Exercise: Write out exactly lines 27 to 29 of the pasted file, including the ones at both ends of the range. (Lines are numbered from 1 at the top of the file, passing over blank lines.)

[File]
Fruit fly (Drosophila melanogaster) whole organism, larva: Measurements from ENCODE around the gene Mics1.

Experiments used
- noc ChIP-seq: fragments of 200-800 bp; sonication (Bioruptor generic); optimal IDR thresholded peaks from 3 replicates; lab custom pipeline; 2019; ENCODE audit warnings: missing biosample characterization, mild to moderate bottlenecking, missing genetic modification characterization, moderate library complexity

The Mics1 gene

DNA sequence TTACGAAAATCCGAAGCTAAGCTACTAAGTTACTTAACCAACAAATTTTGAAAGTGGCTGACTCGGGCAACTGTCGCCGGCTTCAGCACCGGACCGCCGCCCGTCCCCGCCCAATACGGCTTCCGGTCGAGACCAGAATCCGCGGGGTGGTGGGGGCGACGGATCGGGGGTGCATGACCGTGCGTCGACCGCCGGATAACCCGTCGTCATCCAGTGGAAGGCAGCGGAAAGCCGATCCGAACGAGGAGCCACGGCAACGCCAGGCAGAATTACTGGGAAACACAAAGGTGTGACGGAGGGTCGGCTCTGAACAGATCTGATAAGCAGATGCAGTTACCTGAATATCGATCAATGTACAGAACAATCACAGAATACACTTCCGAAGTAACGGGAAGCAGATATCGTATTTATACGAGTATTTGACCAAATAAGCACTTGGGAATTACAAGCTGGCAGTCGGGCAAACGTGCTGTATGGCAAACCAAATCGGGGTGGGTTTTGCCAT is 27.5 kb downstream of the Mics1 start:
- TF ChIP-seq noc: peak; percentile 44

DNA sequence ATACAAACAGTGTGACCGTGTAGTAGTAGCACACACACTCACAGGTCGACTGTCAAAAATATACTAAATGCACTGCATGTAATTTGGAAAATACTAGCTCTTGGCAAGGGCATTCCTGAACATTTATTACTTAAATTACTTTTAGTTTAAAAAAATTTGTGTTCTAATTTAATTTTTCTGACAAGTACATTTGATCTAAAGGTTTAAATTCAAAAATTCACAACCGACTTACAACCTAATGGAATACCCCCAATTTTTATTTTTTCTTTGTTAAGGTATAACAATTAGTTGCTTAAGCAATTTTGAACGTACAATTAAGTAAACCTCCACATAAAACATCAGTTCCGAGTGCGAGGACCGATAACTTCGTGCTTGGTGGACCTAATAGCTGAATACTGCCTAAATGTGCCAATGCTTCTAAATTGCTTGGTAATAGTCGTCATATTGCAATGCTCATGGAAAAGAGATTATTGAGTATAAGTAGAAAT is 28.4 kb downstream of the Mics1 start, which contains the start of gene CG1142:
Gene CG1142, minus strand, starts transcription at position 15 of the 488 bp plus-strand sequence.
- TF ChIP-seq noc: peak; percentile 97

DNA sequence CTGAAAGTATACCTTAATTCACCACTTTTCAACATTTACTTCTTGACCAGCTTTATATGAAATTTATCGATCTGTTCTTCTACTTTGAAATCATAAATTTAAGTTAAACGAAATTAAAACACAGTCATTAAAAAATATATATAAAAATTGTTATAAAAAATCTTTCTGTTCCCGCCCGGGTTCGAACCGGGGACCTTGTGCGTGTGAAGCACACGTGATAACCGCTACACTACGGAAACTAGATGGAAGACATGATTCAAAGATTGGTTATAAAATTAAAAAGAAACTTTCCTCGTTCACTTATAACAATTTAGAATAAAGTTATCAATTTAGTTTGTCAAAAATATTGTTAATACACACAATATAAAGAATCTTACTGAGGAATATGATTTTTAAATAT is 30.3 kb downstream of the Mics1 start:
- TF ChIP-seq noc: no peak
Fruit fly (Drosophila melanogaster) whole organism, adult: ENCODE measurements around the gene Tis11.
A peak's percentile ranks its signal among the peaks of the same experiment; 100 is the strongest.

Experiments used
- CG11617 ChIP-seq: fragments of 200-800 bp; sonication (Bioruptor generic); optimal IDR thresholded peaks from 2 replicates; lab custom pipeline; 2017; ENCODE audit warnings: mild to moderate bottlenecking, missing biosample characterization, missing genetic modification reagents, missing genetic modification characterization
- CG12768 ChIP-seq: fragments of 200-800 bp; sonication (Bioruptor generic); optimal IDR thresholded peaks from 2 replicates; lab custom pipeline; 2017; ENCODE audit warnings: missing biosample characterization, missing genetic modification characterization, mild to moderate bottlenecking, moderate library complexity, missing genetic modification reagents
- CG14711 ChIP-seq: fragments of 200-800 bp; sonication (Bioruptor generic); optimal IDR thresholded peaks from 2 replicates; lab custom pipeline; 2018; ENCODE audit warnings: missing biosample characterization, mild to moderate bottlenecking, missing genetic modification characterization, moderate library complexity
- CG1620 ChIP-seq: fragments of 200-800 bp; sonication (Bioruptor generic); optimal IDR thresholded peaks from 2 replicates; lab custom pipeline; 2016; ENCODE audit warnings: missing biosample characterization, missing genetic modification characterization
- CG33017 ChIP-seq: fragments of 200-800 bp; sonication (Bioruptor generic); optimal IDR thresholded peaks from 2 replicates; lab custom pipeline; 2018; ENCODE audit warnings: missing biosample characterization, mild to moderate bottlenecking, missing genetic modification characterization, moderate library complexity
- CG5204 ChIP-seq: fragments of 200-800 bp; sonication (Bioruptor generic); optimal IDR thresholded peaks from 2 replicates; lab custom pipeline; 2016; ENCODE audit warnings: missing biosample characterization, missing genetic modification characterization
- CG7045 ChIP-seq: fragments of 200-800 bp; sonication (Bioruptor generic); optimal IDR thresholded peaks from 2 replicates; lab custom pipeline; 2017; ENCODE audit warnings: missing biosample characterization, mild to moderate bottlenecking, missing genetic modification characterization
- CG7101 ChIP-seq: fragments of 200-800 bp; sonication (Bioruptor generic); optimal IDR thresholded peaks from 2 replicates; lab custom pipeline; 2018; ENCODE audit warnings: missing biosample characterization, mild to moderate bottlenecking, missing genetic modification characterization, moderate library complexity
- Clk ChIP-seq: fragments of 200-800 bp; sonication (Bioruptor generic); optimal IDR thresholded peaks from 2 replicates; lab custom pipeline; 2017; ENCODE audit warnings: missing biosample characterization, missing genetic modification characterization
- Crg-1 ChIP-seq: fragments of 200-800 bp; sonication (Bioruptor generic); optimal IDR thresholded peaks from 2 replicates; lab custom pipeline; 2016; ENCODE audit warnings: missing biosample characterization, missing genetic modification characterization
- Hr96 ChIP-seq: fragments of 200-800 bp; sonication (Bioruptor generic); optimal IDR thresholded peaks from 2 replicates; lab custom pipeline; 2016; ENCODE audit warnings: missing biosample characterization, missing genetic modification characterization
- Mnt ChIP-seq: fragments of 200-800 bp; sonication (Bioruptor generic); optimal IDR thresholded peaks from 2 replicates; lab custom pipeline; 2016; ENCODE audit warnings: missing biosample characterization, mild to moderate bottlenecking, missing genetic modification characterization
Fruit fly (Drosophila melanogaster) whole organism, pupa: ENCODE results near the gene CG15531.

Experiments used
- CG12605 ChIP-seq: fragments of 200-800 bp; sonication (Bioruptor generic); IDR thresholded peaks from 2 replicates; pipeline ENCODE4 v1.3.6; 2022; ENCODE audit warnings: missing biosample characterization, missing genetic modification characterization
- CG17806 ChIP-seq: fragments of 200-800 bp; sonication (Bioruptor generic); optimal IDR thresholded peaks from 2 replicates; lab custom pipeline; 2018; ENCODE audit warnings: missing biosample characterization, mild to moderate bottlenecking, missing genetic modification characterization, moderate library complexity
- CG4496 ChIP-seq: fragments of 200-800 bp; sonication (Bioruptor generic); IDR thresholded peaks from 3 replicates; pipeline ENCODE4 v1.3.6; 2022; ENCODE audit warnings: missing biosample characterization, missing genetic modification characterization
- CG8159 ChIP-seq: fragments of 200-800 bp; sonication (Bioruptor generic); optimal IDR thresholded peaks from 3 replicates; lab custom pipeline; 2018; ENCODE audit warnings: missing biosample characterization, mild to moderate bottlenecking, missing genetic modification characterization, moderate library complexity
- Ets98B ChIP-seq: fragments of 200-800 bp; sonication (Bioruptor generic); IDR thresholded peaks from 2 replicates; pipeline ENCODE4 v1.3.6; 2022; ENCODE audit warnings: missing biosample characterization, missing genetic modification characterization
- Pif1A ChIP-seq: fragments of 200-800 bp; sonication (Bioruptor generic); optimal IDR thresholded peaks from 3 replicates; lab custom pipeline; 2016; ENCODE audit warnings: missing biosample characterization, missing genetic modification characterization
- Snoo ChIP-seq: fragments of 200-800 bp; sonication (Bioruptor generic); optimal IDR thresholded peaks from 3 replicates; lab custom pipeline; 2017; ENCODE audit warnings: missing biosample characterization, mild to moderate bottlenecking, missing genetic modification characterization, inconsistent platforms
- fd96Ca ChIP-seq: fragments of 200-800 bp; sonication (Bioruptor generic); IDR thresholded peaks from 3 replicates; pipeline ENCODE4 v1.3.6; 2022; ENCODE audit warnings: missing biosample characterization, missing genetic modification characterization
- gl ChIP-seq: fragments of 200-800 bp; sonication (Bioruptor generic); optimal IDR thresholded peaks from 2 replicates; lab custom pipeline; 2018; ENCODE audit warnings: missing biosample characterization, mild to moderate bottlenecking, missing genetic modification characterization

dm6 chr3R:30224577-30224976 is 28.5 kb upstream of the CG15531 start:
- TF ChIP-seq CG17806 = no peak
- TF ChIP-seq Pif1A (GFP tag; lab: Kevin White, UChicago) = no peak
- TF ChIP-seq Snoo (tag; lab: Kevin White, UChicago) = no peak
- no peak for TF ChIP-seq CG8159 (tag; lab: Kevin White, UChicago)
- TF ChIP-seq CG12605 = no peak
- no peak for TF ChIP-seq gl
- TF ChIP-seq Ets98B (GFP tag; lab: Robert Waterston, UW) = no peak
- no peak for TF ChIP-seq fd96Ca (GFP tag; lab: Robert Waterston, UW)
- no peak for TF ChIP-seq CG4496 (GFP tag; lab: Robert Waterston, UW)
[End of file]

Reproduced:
Fruit fly (Drosophila melanogaster) whole organism, pupa: ENCODE results near the gene CG15531.

Experiments used
- CG12605 ChIP-seq: fragments of 200-800 bp; sonication (Bioruptor generic); IDR thresholded peaks from 2 replicates; pipeline ENCODE4 v1.3.6; 2022; ENCODE audit warnings: missing biosample characterization, missing genetic modification characterization